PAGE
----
Central hubs for TODs

This is a photograph I took in Ballston in Arl...

More: people, vehicles, cost, etc.

Benefits are very questionable for coercing people into transit station areas.
Economic Development—while improving some areas, it can take capital and resources away from other areas; in other words redistribution. Areas that became “cheap” become more affordable to offer opportunity for investment. TIFs can take away future government revenue from normal services. Additional retail sales or similar in one area will mean less spending elsewhere. Read more of this post

Density Comparisons

An aerial view of housing developments near Ma...

Crowded Boring

This title could instead have the word “versus,” but it’s not a contest, despite what some people think. There is a growing movement, claiming that suburbia is bad and wasteful. Peoples’ choices of lifestyle should not be at odds with one another. Central cities actually gain taxes and other revenue from those living in outlying areas, from those who go to central cities for employment and visitation. A push in urbanism these days is for higher densities, to be like the central cities, but with even better, user-friendly forms. A big problem with increasing density is that traffic increases, without improvement (more lanes) to roads. You cannot double density and expect people to drive half as much. There certainly are not enough people transferring to public transit. Read more of this post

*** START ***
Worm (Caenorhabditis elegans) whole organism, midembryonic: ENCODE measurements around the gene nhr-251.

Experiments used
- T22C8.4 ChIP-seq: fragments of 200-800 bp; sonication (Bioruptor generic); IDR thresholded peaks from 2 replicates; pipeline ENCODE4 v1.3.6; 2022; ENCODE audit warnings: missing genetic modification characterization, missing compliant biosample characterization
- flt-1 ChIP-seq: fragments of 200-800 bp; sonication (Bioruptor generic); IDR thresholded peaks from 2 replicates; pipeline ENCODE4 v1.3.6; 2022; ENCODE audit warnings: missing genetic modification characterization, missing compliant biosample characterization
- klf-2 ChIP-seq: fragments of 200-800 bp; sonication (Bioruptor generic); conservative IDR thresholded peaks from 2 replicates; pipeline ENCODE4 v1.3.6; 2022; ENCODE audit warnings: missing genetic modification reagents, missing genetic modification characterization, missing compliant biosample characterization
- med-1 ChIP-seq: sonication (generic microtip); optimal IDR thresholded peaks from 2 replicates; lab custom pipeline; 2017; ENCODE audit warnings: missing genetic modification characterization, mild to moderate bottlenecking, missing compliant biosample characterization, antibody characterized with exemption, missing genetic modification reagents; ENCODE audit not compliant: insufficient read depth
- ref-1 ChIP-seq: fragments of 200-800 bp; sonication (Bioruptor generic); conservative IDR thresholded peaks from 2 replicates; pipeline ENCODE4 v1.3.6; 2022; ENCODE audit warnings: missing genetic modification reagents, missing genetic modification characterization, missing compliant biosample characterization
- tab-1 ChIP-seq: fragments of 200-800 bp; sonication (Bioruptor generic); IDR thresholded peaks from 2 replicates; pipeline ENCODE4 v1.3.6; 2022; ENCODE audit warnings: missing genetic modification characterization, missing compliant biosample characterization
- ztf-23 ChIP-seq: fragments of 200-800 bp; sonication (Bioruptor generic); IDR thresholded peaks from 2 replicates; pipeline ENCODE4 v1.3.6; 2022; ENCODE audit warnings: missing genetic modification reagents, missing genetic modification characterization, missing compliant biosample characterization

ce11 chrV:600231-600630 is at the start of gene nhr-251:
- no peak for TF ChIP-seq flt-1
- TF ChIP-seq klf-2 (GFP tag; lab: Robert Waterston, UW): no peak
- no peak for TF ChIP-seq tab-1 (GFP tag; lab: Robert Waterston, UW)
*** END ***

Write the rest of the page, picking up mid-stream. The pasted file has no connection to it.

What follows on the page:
Density Perspectives

Greater Tokyo Area, the world's most populous ...

What beauty w/many?